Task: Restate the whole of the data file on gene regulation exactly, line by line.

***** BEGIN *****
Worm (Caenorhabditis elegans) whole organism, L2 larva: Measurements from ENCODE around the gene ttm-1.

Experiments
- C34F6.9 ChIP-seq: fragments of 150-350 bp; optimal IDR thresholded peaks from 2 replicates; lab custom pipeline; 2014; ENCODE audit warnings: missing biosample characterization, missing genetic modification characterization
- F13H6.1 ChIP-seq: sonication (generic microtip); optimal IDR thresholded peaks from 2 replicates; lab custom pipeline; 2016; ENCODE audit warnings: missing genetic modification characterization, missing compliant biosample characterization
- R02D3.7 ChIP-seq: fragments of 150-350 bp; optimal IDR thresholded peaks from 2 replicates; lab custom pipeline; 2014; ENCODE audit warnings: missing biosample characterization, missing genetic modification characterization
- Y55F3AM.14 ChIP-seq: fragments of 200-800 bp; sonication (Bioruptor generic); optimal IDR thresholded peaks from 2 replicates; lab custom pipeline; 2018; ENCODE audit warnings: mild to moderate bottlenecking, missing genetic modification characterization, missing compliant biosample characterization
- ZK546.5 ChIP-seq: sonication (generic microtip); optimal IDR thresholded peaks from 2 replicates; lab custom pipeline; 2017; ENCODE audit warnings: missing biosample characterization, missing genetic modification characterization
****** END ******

Worm (Caenorhabditis elegans) whole organism, L2 larva: Measurements from ENCODE around the gene ttm-1.

Experiments
- C34F6.9 ChIP-seq: fragments of 150-350 bp; optimal IDR thresholded peaks from 2 replicates; lab custom pipeline; 2014; ENCODE audit warnings: missing biosample characterization, missing genetic modification characterization
- F13H6.1 ChIP-seq: sonication (generic microtip); optimal IDR thresholded peaks from 2 replicates; lab custom pipeline; 2016; ENCODE audit warnings: missing genetic modification characterization, missing compliant biosample characterization
- R02D3.7 ChIP-seq: fragments of 150-350 bp; optimal IDR thresholded peaks from 2 replicates; lab custom pipeline; 2014; ENCODE audit warnings: missing biosample characterization, missing genetic modification characterization
- Y55F3AM.14 ChIP-seq: fragments of 200-800 bp; sonication (Bioruptor generic); optimal IDR thresholded peaks from 2 replicates; lab custom pipeline; 2018; ENCODE audit warnings: mild to moderate bottlenecking, missing genetic modification characterization, missing compliant biosample characterization
- ZK546.5 ChIP-seq: sonication (generic microtip); optimal IDR thresholded peaks from 2 replicates; lab custom pipeline; 2017; ENCODE audit warnings: missing biosample characterization, missing genetic modification characterization